Rarely do we here at Uptown Almanac get truly excited about a new product being sold in San Francisco, but rarely is such a product "the most hipster beer in the world."
Oh yes. Starting this month, Churchkey Can Co., the new beer from Entourage mega-hunk Adrian Grenier and "some dude who used to work at Nike," will "rollout" to the Bay Area following a couple months of intense product incubation in the drunk and rainy cities of Portland and Seattle.
However, its appeal isn't coming from its association with actors, its army of Facebook and Zynga executive investors, nor its nice, instagrammy script title font on the side of every steal can. Rather, it's gaining steam in the tech press because everyone is clamoring for its hot new vintage 1930s-era can design that requires you to open the lid with a primitive tool known as a "church key".
"Church key?," you ask? Well, here's a promotional video teaching all you "dumb young fucks" how to open a real beer:
Of course, even to the most casual observer, this looks extremely similar to Miller Lite's latest gimmick, in which you "crack open your brew" with Very Manly Objects like wrenches, shark teeth, fishing lure, dice, and the reservoir tip of a filled condom:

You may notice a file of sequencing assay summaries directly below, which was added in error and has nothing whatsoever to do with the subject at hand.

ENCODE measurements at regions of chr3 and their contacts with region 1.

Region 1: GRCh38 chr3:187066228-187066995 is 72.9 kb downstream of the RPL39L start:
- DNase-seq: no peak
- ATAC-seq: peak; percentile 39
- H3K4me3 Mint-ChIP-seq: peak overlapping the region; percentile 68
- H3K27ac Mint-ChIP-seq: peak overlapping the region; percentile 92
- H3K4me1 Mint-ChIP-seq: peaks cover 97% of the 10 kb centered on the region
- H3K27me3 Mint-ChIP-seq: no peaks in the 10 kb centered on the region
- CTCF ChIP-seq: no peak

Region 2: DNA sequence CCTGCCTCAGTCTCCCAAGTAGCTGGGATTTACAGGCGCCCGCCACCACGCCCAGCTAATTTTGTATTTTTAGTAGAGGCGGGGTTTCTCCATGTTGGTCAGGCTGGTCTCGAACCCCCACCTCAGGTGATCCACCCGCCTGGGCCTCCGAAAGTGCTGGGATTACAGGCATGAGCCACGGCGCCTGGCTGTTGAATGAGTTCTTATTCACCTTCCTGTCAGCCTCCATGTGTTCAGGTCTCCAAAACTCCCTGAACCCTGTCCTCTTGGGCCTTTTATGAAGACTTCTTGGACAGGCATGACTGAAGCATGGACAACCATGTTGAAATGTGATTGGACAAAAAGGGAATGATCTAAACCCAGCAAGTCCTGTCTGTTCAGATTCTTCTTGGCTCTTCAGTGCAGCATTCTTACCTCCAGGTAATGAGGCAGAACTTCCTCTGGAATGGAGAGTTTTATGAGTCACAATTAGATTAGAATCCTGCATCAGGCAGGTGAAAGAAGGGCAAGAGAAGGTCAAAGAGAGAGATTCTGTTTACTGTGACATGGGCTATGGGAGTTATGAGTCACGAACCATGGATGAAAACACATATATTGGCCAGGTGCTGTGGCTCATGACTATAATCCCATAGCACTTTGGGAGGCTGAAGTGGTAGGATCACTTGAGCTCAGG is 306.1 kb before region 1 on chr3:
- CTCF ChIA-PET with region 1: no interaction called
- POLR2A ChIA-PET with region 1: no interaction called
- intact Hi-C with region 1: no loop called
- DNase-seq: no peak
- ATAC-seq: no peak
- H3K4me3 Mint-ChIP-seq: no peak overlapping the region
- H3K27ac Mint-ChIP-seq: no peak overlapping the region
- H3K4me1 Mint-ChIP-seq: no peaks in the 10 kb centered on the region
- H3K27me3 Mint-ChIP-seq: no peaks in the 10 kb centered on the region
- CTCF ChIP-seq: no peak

Miller Lite's competing product aside, this new old product is going to fuck up the beer industry as we know it. Just read this objective press release posted on TechCrunch about TechCrunch's investment in the product:
After a short beer tasting hosted by CrunchFund founder and former TechCrunch editor Michael Arrington, the obvious first question asked by Siegler, who is also an investor in the company through CrunchFund, was about why there is a beer company at Disrupt and why tech investors are interested in investing in a beer company. Churchkey, Siegler noted, had one of the best pitch decks he had ever seen. Investing in Churchkey, he said, was an easy choice because it has the potential to disrupt the beer industry with its new design.
So get ready, San Francisco. You best be freeing up some room on your carabiner for some church keys.